When used correctly, supplements can be helpful in preventing deficiencies, particularly in cases where a child is very underweight, on a restricted diet or has certain medical conditions. But despite being marketed as a routine part of a healthy diet, in most cases they are simply a waste of money.
The best way to get vitamins and minerals is from the diet, as real food contains a host of nutrients, such as fibre and phytonutrients, that can’t be isolated and packaged. Supplements never remove the need for a child to be eating a well balanced diet.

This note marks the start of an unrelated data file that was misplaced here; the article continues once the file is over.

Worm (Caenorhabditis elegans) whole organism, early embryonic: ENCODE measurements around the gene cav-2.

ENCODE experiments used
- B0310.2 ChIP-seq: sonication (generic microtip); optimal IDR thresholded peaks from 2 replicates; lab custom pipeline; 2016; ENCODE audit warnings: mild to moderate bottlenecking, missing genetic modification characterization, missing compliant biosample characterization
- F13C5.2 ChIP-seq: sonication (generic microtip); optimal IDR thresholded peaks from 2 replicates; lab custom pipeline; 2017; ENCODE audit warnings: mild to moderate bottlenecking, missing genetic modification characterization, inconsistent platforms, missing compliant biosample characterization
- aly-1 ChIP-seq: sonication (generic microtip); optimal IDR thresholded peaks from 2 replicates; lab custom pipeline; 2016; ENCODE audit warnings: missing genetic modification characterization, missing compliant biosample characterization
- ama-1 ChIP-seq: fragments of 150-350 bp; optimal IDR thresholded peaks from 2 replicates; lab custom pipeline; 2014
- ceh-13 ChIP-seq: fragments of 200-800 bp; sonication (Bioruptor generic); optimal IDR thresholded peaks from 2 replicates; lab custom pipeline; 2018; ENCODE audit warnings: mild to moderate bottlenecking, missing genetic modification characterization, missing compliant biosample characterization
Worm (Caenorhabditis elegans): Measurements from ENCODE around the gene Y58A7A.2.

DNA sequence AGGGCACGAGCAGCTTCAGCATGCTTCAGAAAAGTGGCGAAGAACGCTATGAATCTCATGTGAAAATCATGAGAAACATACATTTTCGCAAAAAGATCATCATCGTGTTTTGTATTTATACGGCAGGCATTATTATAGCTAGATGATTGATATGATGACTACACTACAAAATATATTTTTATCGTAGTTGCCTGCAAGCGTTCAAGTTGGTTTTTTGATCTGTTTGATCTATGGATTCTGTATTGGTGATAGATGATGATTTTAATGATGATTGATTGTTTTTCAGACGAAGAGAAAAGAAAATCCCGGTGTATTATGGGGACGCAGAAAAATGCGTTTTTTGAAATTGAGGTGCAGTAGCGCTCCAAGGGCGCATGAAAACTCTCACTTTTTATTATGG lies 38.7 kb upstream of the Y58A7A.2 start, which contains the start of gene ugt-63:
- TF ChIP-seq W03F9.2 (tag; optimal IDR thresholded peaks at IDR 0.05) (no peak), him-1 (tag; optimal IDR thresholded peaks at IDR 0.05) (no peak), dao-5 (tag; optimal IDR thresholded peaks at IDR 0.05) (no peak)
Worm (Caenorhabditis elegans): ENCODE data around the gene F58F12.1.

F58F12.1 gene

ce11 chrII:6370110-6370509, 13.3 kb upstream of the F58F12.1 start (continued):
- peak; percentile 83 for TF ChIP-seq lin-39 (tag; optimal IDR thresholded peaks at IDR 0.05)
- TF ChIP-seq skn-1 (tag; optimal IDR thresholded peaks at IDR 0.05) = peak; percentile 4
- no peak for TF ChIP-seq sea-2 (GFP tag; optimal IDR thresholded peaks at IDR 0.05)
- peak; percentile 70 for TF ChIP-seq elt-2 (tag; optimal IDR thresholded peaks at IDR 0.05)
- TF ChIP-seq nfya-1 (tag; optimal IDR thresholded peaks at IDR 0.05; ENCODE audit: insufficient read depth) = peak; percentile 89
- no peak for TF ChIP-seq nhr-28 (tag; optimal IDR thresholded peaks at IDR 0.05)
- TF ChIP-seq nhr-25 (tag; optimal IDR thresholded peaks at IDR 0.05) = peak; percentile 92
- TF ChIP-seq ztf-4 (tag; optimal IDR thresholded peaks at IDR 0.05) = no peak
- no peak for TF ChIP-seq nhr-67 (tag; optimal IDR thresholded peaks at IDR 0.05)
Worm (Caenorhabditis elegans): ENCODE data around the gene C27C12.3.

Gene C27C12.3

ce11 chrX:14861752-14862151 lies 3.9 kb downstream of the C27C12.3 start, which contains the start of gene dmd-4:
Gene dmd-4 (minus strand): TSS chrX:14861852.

Many foods for children are already fortified and by adding a multi on top, you may risk your child getting too much of certain nutrients, particularly the fat soluble vitamins A, D, E, and K. These can accumulate in the body in high doses and become toxic.
Some children’s diets may be lacking in certain nutrients, such as iron. If so, make sure any breakfast cereal they have is fortified with iron, such as Weetbix. Milo is fortified with both calcium and iron, so makes a good after-school drink when made with milk or a dairy alternative.
If you’re concerned your child doesn’t eat vegetables, remember that fruit contains many of the same nutrients, particularly if your child eats a variety of colours.
Speak to your GP if you’re worried about your child’s diet, and ask to see paediatrician or specialist dietitian.
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Jenny Boss, Nutritionist